Fiddown is centred around three roads (i) the old N24 which leads to the north to Piltown and the N24 Limerick – Waterford national route, and to the south across the River Suir into County Waterford, (ii) the Rathmore Road which now passes underneath the by-pass, and (iii) Strand Road leading to the amenity area by the river. Bordering the village to its north and east is the N24 national road from Waterford to Limerick which now by-passes the village.
The Final Stage 3 Audit was undertaken by TMS Consultants in relation to the by-pass and the recommendations of this audit were implemented. A Road Safety Audit involves the evaluation of road schemes during design and construction to identify potential hazards that may affect any type of road user, and the appropriate measures to eliminate or mitigate any such hazards.
The ‘2+1 System’ was introduced in 2006 and a Stage 3 Road Safety Audit was undertaken following the completion of the scheme, the recommendations of the audit were implemented.
Since the introduction of the 2+1 System the feedback from An Garda Siochana has been extremely positive. A proposal has been approved by the NRA for works to be carried out, on a trial basis over a number of weeks, at the Piltown Tower Road exit to gradually reduce the width of the hard shoulder on approach from Carrick-on-Suir, having regard to the number of incidents occurring, and to improve traffic safety at this location.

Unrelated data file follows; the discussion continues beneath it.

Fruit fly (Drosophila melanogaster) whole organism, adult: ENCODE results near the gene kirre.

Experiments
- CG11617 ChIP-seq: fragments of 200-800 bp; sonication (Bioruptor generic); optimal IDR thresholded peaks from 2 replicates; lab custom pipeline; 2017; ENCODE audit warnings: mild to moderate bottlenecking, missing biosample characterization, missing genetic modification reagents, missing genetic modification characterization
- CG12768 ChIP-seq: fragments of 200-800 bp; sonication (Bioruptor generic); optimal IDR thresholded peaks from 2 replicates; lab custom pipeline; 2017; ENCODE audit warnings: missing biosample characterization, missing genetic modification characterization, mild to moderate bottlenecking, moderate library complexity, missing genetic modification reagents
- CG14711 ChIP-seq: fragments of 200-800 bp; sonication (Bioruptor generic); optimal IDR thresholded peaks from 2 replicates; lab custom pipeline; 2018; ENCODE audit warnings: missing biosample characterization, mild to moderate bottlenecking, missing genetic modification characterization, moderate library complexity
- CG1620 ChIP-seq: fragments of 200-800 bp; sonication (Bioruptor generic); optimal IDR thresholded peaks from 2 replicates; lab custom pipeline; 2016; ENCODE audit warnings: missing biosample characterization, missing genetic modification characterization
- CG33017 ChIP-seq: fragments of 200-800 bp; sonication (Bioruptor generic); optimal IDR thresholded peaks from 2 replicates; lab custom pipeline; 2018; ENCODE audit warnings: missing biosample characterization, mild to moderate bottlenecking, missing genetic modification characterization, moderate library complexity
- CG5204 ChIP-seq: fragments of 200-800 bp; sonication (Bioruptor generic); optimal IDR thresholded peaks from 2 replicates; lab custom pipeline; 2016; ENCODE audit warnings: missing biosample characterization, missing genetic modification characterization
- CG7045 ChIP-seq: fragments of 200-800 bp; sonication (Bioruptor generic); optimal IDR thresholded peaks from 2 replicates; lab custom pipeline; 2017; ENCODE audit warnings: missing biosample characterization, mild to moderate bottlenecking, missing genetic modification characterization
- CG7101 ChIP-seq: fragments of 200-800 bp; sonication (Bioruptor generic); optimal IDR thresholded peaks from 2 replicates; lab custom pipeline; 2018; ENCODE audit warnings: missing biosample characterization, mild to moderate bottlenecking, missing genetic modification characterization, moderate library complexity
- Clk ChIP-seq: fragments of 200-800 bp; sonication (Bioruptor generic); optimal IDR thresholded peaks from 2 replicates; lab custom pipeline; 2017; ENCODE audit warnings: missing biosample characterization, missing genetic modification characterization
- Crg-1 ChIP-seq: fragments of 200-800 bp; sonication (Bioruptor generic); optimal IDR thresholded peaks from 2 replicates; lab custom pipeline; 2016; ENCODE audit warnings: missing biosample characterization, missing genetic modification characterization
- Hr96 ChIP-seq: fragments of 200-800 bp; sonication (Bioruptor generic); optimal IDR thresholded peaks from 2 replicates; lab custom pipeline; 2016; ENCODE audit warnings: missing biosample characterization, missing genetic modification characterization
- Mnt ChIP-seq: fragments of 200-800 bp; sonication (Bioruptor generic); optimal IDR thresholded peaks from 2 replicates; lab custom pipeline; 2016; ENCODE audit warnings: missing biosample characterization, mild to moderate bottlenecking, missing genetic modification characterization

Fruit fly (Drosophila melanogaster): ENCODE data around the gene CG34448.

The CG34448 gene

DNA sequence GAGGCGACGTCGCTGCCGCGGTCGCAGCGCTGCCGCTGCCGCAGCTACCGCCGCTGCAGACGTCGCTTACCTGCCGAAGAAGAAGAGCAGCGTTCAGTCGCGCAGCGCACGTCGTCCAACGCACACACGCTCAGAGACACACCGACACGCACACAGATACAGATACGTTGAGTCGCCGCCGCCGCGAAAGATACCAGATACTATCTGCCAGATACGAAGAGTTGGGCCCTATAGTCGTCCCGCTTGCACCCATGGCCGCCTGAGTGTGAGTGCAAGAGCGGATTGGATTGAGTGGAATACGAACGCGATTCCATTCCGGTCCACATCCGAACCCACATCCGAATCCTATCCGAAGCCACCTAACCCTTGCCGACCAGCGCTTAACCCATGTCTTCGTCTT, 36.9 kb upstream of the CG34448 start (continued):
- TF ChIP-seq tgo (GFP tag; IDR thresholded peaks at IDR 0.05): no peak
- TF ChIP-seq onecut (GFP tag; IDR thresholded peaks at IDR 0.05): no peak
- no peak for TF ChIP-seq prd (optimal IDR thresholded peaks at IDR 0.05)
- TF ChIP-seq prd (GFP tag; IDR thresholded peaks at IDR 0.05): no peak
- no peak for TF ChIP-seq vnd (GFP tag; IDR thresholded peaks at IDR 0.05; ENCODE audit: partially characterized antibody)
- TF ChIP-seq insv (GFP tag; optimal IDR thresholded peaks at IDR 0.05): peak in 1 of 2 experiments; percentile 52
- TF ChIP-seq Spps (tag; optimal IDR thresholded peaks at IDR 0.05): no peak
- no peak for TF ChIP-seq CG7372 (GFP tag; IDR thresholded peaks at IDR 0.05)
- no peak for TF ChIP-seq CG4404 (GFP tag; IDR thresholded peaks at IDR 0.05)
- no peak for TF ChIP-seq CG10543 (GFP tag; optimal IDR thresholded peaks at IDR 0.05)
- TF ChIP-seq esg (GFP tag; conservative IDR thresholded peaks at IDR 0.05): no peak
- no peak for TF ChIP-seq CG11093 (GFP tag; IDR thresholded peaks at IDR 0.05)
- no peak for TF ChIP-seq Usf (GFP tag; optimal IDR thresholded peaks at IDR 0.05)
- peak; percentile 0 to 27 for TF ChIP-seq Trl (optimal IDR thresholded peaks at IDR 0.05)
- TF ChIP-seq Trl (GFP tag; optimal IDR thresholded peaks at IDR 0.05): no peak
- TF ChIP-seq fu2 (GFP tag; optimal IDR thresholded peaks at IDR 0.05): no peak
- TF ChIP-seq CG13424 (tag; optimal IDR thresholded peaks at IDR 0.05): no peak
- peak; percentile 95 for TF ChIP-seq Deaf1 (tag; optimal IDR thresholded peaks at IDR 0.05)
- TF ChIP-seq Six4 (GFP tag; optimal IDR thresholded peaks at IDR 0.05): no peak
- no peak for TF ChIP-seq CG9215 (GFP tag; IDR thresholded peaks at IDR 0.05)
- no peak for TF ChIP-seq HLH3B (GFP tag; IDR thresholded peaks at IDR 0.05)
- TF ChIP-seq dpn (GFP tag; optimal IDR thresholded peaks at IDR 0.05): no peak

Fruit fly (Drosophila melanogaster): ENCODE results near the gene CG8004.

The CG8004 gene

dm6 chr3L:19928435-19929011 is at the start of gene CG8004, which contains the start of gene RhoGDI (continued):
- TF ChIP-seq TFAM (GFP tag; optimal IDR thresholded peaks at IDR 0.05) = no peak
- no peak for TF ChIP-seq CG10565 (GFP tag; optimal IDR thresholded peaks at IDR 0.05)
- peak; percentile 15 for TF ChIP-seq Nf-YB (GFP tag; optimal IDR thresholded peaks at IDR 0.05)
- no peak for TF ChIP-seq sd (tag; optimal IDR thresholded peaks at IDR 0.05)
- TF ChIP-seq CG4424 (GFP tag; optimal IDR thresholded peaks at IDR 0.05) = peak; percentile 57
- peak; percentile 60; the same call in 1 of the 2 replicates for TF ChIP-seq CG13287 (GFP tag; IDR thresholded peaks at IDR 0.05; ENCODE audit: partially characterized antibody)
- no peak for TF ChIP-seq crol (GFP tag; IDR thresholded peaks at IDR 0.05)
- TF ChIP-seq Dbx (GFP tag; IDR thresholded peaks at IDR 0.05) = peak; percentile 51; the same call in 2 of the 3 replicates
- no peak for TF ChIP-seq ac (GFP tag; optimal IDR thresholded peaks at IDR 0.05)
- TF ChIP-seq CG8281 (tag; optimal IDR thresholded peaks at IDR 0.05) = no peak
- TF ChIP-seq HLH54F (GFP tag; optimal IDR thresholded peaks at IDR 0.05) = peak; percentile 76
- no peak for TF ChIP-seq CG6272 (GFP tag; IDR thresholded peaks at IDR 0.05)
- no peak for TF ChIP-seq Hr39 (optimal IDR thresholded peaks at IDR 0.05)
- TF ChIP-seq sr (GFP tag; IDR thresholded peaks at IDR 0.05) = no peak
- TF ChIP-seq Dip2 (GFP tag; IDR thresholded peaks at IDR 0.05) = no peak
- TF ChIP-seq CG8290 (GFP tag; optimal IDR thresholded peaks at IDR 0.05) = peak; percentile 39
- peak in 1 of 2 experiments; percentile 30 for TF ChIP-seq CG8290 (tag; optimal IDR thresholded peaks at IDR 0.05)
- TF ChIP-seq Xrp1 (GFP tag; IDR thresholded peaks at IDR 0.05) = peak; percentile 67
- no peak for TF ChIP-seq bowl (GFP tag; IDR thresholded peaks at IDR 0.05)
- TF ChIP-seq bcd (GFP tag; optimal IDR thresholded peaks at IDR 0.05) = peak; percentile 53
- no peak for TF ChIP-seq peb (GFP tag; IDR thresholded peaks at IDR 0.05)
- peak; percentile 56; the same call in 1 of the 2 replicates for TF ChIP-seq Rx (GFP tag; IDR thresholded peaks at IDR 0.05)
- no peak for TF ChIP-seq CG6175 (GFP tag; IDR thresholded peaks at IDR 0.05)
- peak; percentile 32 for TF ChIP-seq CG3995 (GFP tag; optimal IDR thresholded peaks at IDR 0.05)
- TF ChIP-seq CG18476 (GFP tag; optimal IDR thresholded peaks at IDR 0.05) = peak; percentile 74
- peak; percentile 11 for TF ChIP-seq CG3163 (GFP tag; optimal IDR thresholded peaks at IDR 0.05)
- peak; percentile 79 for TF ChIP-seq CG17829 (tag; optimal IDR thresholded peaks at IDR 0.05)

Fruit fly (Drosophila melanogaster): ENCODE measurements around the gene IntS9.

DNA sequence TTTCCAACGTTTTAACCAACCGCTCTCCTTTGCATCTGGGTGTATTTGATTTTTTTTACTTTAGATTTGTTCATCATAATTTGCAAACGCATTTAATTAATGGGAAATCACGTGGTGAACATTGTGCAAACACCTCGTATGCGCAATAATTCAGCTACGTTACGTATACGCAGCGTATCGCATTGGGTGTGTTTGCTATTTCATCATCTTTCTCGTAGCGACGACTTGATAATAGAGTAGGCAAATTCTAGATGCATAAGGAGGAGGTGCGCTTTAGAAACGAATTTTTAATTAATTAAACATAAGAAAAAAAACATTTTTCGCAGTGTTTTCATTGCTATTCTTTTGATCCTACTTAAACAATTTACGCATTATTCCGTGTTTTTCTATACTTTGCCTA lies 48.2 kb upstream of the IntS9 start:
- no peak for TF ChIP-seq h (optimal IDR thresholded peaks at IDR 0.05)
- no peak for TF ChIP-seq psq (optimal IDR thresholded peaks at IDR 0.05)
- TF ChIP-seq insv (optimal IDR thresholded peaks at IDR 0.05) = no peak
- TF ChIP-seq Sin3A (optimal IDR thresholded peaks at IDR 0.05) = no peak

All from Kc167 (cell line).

T2 – To work with the NRA in the provision of a safe transport route along the N24 national route.
Issues of concern raised in relation to the by-pass related to inadequate lighting, the height of the Rathmore Road under-pass, the length of the slip-way, crash barriers and signage at the beehive. An appraisal of the by-pass by the Roads Section shows that the length is of the slip-way is in accordance with the NRA Road Geometry Handbook; the under-pass was designed to facilitate car use only for local access to the village and its hinterland – emergency vehicles are required to use the grade separated junction a short distance to the west of the Rathmore Road.